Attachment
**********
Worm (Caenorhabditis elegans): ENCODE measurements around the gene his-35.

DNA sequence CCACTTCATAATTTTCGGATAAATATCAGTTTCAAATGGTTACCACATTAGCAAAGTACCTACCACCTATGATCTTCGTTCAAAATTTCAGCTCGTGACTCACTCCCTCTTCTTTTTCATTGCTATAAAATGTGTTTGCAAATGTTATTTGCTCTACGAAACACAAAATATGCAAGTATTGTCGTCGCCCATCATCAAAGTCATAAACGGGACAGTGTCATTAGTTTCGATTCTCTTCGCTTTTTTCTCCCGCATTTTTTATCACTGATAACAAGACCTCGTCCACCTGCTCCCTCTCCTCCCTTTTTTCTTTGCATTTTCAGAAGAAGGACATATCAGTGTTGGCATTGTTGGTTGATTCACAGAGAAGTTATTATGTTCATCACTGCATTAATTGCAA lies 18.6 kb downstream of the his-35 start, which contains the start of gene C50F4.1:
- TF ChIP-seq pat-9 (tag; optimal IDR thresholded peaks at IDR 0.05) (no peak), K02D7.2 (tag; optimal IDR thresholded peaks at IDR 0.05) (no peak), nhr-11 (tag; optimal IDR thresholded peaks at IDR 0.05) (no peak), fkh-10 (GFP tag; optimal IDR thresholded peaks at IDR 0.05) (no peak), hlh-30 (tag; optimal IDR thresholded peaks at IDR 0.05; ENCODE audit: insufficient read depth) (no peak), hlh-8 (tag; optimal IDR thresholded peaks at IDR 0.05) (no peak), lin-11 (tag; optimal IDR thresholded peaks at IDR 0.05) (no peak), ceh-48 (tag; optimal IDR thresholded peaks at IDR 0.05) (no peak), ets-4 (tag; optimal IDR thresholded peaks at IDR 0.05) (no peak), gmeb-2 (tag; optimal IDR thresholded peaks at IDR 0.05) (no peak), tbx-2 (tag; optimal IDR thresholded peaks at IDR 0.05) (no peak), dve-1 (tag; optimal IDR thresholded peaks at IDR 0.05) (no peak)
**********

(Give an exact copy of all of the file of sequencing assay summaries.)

Worm (Caenorhabditis elegans): ENCODE measurements around the gene his-35.

DNA sequence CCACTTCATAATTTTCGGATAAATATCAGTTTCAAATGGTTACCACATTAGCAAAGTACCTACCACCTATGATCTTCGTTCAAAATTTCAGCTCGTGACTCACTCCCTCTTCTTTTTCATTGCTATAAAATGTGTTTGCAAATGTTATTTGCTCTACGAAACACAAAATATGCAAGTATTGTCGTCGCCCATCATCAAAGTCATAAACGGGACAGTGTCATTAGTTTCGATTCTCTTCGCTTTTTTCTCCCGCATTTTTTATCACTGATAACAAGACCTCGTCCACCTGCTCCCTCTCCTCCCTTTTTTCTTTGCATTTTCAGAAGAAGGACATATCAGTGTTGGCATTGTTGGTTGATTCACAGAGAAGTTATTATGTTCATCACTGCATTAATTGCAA lies 18.6 kb downstream of the his-35 start, which contains the start of gene C50F4.1:
- TF ChIP-seq pat-9 (tag; optimal IDR thresholded peaks at IDR 0.05) (no peak), K02D7.2 (tag; optimal IDR thresholded peaks at IDR 0.05) (no peak), nhr-11 (tag; optimal IDR thresholded peaks at IDR 0.05) (no peak), fkh-10 (GFP tag; optimal IDR thresholded peaks at IDR 0.05) (no peak), hlh-30 (tag; optimal IDR thresholded peaks at IDR 0.05; ENCODE audit: insufficient read depth) (no peak), hlh-8 (tag; optimal IDR thresholded peaks at IDR 0.05) (no peak), lin-11 (tag; optimal IDR thresholded peaks at IDR 0.05) (no peak), ceh-48 (tag; optimal IDR thresholded peaks at IDR 0.05) (no peak), ets-4 (tag; optimal IDR thresholded peaks at IDR 0.05) (no peak), gmeb-2 (tag; optimal IDR thresholded peaks at IDR 0.05) (no peak), tbx-2 (tag; optimal IDR thresholded peaks at IDR 0.05) (no peak), dve-1 (tag; optimal IDR thresholded peaks at IDR 0.05) (no peak)